Value of 2001 New York State Quarter

Approximate Current Value: $0.25

Diameter: 24.30 mm
Mintage/Proof: 1275040000 / 3093273
Weight: 5.67 grams
Metal: Copper
I Own 2001 50 State Quarters (1999-2008)

Price Guide and Information for 2001 New York State Quarters

2001 New York State Quarter History

The obverse of the 2001 New York State Quarter shows the standard Washington Quarter design with a few alterations. The Washington Quarter, that ran from 1932-1998, had the date on the obverse, as well as the word “Liberty.” This design was changed slightly with the introduction of the State Quarters, and later the Territory Quarters and National Park Quarters. The new design still shows Washington looking left, however the obverse text now reads “United States of America – Liberty – In God We Trust – Quarter Dollar.” The reverse of this coin depicts the famous Statue of Liberty, which was given to the United States as a gift from France for winning out Independence from Great Britain. The coin also shows the Erie Canal and has 11 stars to represent each of the states in the Union when New York joined. The coin has the phrase “Gateway to Freedom” because New York City has always been a point of entry into the United States. Ellis Island was the place where entering immigrants would come before being allowed into the states. The coin was not well received, though, because the idea of the Statue of Liberty had been overused at this point. Just like previous state’s designs, the Governor of New York took submissions for the ideas. The final submission ideas were the Statue of Liberty, the Half Moon ship of Henry Hudson, the Battle of Saratoga (which was later depicted on its own quarter), and buildings in New York City with historical significance. The Mint chose to go with the design of Liberty for a few reasons. Hudson had been represented in several ways on medals and commemorative coins in the past. The Battle of Saratoga was a topic that would not be familiar with residents, although it did happen in the state of New York. The Battle was also shown on the reverse of the rare $500 National Banknote from 1875. The buildings in New York City were declined because it was too generic of an idea. So, at last, the Mint adopted Lady Liberty once again. This was the 11th coin released in the Statehood Quarters program. The reverse text of the coin reads “New York 1788 – Gateway to Freedom – 2001 – E Pluribus Unum.” All of the Statehood Quarters were clad, meaning that they were seventy-five to eighty percent copper, and the rest was composed of nickel. The core of the coins were solid copper. These coins, however, were produced in silver for special Silver Proof Sets. The coins minted in included New York, North Carolina, Rhode Island, Vermont, and Kentucky.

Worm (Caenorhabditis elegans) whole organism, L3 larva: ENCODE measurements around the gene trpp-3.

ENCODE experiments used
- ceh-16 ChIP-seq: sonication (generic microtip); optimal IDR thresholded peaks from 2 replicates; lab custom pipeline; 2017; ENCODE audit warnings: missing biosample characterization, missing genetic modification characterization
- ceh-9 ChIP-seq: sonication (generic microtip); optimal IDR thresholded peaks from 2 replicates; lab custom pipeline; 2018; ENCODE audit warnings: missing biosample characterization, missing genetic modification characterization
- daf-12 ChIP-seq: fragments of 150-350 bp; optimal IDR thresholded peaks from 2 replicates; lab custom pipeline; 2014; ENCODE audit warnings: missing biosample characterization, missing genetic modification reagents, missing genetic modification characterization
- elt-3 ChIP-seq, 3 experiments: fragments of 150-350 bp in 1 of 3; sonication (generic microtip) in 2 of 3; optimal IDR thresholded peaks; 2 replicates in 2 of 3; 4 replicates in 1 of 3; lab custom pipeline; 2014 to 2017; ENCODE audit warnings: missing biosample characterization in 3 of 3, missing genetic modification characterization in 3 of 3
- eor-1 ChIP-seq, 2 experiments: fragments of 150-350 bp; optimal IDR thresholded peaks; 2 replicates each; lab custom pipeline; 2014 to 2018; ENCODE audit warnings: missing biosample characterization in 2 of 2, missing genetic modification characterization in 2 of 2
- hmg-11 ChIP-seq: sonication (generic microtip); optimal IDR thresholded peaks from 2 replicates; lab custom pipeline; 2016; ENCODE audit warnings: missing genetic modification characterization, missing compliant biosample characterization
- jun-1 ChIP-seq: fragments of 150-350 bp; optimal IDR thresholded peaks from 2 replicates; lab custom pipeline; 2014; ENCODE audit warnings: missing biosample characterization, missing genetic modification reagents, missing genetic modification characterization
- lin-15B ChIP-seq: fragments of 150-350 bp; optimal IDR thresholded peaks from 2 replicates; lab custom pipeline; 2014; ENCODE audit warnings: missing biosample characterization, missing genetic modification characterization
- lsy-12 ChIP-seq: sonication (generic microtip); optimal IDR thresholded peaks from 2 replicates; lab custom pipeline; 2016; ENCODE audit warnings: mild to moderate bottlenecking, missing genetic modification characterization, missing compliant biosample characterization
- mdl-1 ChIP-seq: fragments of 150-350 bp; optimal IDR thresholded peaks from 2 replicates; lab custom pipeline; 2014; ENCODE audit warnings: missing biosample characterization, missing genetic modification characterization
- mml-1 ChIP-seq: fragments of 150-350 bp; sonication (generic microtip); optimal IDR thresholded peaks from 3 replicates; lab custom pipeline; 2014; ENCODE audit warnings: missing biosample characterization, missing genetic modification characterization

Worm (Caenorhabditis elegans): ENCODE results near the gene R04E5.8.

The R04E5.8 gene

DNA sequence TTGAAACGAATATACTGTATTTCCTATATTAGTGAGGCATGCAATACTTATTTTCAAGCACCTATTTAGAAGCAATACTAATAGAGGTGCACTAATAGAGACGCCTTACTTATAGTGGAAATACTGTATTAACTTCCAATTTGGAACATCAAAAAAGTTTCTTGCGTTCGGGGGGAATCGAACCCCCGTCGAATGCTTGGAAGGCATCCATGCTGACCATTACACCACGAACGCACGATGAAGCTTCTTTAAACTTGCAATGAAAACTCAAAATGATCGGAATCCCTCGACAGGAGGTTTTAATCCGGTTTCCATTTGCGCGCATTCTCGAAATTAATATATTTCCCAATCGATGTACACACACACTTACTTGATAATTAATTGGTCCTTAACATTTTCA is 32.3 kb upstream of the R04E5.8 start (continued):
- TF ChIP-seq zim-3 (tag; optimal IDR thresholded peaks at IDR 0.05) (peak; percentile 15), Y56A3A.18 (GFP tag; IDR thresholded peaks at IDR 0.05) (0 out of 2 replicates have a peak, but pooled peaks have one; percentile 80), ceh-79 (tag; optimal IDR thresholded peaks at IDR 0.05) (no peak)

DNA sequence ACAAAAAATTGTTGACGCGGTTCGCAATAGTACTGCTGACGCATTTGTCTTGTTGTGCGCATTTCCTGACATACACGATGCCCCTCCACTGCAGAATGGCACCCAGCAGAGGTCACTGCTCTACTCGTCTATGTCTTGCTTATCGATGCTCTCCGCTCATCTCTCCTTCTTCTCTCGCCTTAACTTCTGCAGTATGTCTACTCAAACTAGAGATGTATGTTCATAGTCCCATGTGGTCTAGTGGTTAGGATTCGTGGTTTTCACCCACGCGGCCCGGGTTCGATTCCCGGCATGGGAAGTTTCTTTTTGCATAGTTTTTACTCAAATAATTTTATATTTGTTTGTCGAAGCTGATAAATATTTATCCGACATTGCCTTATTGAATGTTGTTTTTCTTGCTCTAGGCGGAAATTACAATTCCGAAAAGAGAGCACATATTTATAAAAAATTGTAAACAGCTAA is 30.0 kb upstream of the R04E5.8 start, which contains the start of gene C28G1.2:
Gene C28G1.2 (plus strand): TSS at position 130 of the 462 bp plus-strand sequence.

Errors on the 2001 New York State Quarter There are currently no known errors of this coin. If you ever run across anything that looks unusual with the New York State Quarter, please contact one of our experts to have the error verified, or send the coin to a professional grading company for their opinion. However, the average circulation State Quarter is only worth the face value of $0.25. These coins can be spent, saved, or taken to the bank.
Varieties on the 2001 New York State Quarter This coin, designed by John Flanagan and Alfred Maletsky was produced in a silver variety as part of proof sets. There were a total of 889,694 silver coins produced for this series. They are composed of 90% silver and 10% copper. The average price of the single silver coin ranges from $5 to $10, depending on the grade. The easy indicator to determine if your coin is silver is by the mint mark. The silver quarters will have an “S” mintmark, rather than a “P” or “D.” In addition to the silver quarters, late-night TV. began selling gold plated State Quarters in an attempt to con viewers into thinking that the coin would be worth a lot more. Unfortunately, the amount of gold that it takes to plate a quarter is very insignificant, and these gold plated quarters have no value in the collector community.